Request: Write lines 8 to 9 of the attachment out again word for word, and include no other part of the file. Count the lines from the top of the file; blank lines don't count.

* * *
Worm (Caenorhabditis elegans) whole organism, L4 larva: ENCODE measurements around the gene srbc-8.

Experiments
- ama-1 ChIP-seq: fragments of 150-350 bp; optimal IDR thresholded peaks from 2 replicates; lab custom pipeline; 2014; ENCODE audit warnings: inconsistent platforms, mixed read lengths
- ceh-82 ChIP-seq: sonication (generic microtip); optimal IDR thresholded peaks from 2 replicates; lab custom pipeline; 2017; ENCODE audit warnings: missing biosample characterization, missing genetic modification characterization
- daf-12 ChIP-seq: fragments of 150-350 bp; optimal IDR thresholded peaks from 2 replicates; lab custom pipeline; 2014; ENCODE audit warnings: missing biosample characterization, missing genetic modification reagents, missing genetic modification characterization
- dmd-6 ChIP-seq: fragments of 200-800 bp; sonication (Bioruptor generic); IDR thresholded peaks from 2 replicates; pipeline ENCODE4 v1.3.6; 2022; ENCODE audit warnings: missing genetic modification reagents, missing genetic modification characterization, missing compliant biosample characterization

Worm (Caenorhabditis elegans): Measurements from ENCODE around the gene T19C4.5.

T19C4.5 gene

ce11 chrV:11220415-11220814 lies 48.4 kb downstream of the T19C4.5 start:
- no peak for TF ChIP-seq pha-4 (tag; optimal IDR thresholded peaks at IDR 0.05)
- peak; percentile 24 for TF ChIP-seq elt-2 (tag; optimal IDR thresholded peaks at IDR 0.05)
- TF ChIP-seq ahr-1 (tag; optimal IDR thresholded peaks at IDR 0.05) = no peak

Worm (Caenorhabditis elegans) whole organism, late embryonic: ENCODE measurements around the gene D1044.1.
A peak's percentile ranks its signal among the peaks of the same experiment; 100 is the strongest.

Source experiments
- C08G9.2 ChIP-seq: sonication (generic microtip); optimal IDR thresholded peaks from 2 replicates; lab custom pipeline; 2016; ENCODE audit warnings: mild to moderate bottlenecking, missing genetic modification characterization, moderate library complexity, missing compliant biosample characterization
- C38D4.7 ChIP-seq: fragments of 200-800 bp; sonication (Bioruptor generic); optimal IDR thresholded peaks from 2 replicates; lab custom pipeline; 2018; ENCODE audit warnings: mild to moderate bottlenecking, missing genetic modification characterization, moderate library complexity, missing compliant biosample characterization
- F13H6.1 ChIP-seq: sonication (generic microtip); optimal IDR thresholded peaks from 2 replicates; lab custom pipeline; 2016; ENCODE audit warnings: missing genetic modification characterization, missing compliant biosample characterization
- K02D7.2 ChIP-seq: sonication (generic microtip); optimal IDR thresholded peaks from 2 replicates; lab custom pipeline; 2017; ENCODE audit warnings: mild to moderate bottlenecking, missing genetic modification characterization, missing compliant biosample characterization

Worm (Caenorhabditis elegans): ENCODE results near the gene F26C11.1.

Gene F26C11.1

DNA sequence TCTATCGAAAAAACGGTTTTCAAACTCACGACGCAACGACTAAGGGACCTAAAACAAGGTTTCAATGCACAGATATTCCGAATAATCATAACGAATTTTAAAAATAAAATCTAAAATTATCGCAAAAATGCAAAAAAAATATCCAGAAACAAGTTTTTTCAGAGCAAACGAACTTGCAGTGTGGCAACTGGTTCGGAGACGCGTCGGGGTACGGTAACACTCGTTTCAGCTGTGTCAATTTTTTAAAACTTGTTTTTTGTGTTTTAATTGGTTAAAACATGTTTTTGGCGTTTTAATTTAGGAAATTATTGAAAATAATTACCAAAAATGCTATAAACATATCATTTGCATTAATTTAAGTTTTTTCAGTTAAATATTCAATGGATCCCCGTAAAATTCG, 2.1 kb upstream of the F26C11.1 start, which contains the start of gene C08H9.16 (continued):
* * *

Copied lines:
T19C4.5 gene

ce11 chrV:11220415-11220814 lies 48.4 kb downstream of the T19C4.5 start: